"British musicians, singers and dance companies are always exciting to work with."
Anders Beyer, CEO and Artistic Director of the Bergen International Festival
British Council Norway talks to Anders Beyer, CEO and Artistic Director of the Bergen International Festival, about what's involved in putting on such a high-profile international event.
What drew you to the job of Artistic Director of the Bergen International Festival?
I was appointed Artistic Director in March 2012, whereupon I signed a six year contract. This was recently extended to July 2022. I saw the job as an interesting leadership challenge; the festival is large and unsurpassable when it comes to the performance of high level, artistic content drawn from around the world. Over the last few years, my team and I have made a number of changes to improve the festival. We’ve outlined a new strategy, visual identity and method of programming.
Why is the Bergen International Festival so important in today’s world?
The Festival ensures that artistic productions initiate dialogue and stimulate discussions around subjects and questions that resonate with people today: how can we improve societies, design a new form of democracy, and understand the value of religion? For me, the arts should be used as a tool to reach as many people as possible, but also encourage a level of lively debate. We know that this is important in Norway because by following this objective our audience attendance has increased by more than 100% over the last six years.
You’ve programmed a number of British artists this year. Why is that?
British musicians, singers and dance companies are always exciting to work with. This is partly because many already have a global experience and profile, and are used to performing at an international level. Some have an established reputation, such as Sir Bryn Terfel, while others, such as Charlie Siem, are on the verge of international breakthrough. It is always rewarding to develop a long-term collaboration with a British artist. This year we are doing just that with the London-based creative collective, 59 Productions, with whom we hope to work over the coming years. This follows the way in which we’ve collaborated with other British artists, especially those in the classical sector: orchestras such as London Sinfonietta; composers like George Benjamin, Thomas Ades and Harrison Birtwistle; conductors including Edward Gardener and soloists such as Colin Currie.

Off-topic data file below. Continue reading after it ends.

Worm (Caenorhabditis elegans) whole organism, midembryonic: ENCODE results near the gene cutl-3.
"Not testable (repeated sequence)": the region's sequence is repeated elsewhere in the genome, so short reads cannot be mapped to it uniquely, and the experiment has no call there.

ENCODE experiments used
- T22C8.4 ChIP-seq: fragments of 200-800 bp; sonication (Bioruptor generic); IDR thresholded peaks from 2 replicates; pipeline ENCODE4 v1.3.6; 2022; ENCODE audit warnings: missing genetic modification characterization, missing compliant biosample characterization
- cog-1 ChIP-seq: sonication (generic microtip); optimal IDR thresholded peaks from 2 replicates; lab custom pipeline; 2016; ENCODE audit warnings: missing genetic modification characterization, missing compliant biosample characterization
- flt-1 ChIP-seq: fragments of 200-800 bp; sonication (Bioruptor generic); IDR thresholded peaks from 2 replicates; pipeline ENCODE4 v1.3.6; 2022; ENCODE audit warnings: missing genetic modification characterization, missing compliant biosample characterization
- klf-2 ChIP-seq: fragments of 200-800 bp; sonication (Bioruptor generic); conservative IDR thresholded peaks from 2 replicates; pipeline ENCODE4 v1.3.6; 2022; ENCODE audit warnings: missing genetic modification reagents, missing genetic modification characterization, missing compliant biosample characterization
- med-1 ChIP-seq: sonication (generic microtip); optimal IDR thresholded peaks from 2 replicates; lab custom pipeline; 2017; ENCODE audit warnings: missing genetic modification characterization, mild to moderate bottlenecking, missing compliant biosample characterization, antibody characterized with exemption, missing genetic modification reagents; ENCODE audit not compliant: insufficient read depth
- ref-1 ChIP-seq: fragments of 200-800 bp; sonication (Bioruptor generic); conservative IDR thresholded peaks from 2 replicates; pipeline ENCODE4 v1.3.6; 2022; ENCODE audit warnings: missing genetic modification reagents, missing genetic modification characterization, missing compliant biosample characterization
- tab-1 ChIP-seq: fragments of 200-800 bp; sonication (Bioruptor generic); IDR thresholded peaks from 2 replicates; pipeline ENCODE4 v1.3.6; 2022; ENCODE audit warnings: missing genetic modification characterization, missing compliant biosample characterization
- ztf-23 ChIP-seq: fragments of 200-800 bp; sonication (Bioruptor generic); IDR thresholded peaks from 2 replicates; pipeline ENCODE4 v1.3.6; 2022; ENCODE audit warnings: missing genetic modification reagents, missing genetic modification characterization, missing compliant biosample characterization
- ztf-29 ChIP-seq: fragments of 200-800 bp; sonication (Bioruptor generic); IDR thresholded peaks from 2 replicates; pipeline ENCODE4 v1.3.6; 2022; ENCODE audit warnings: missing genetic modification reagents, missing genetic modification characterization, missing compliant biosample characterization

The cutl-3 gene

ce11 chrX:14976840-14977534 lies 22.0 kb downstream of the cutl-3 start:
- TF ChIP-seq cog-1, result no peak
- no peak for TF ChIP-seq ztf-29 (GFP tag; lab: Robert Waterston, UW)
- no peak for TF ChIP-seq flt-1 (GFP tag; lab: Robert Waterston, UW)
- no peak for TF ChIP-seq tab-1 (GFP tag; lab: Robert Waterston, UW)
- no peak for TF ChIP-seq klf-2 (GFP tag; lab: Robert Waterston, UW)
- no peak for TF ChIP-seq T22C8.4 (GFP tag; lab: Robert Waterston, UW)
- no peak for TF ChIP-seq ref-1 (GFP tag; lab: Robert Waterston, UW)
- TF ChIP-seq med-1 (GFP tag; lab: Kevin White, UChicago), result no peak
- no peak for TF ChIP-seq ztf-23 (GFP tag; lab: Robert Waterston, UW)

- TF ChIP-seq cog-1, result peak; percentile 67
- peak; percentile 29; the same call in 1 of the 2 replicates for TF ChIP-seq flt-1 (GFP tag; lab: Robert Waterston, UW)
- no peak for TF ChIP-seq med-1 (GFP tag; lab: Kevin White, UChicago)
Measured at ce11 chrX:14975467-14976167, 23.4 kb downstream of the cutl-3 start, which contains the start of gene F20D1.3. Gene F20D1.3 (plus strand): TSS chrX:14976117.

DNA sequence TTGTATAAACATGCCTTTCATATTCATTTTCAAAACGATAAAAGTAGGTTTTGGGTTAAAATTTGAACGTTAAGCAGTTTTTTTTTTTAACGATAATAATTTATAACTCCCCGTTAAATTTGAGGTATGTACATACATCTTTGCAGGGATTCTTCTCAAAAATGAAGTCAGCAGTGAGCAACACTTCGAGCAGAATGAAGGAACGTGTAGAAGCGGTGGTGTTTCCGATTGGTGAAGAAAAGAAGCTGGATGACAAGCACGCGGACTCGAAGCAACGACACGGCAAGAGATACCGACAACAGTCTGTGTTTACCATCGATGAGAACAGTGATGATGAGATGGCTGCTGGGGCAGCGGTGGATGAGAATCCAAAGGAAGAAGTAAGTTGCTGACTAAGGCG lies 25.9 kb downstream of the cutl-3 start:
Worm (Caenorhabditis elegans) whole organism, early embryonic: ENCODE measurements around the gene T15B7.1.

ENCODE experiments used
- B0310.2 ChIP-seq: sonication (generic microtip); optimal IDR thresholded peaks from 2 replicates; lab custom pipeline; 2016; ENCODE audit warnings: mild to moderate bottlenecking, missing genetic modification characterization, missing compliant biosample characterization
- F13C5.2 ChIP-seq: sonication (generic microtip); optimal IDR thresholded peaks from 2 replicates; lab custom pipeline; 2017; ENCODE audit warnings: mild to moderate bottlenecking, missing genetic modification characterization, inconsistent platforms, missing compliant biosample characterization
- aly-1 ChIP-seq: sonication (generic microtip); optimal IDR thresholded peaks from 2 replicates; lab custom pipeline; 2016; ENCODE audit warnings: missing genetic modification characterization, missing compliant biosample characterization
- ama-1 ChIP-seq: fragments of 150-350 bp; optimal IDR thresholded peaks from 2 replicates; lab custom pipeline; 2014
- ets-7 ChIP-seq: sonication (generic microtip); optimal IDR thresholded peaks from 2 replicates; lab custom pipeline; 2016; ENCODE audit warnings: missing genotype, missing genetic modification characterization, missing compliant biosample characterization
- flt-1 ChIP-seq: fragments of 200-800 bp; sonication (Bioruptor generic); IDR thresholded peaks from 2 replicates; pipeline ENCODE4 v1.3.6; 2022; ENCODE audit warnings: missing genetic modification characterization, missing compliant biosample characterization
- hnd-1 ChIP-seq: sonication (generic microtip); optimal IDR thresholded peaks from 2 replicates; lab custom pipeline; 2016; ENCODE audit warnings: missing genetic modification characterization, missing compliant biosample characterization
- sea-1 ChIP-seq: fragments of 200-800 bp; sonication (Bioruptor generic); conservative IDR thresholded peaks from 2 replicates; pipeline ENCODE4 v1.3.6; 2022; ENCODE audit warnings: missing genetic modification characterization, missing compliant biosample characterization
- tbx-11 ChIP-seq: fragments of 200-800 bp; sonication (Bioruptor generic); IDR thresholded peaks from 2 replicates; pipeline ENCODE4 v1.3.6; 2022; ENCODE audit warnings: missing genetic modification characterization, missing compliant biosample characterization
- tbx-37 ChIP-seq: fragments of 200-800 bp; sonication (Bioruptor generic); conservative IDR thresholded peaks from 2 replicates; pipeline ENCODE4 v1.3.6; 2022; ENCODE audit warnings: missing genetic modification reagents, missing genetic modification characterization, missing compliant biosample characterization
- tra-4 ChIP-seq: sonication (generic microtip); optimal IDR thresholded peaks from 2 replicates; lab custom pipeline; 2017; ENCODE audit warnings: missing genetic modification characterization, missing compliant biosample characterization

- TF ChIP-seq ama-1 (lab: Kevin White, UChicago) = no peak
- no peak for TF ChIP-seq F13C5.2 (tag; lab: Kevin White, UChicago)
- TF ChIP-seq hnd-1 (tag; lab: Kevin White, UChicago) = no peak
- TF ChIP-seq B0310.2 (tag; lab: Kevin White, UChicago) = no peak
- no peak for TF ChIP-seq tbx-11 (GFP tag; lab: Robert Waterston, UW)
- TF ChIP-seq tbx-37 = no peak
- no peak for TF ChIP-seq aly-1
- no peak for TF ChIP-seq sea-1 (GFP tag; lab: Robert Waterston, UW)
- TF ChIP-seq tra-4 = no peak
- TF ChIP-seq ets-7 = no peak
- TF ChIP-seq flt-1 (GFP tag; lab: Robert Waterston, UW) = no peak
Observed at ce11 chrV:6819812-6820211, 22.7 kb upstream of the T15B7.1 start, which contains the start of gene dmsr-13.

What do you hope British artists will get from their visit to Bergen?
That they will feel at home. Whoever comes to perform or attend a performance at the Festival regardless of their nationality, should feel proud to participate in one of the Nordic region’s most prestigious events! Of course, it’d be a bonus if visitors were to leave with a stronger sense of the Norwegian art world, our nature, our people, and our mindset. In that sense, they can be ambassadors for the Festival and might recommend Bergen as a cultural destination.
What does music mean today to someone from Norway?
That is an interesting question. Music is incredibly important for Norwegian people and has been so for many years. But digital developments today mean that we are presented with an ever broadening platform from which to share music. At present we’re putting more investment into the presentation and creation of art in the digital domain. This is another direction for our strategy and we’re finding that because Norway people are early adopters of new technologies, digital engagement is proving fairly successful.
You’ve worked across the Nordic countries. What have you learned?
That it’s common for Scandinavian and Nordic countries to be regarded as quite similar, due to shared languages across the countries, and a common history with regards to religion, agricultural practices and the northern topography. Moreover, the group of countries are accepted as being equally democratic, with artists benefitting from a certain amount of state investment. In fact, when one looks more closely and more critically, obvious differences arise. Personally, I feel that it’s important for people to understand that the modus operandi cannot necessarily be transferred from one Scandinavian or Nordic country to another.
[Main image: Hans Jorgen Brun]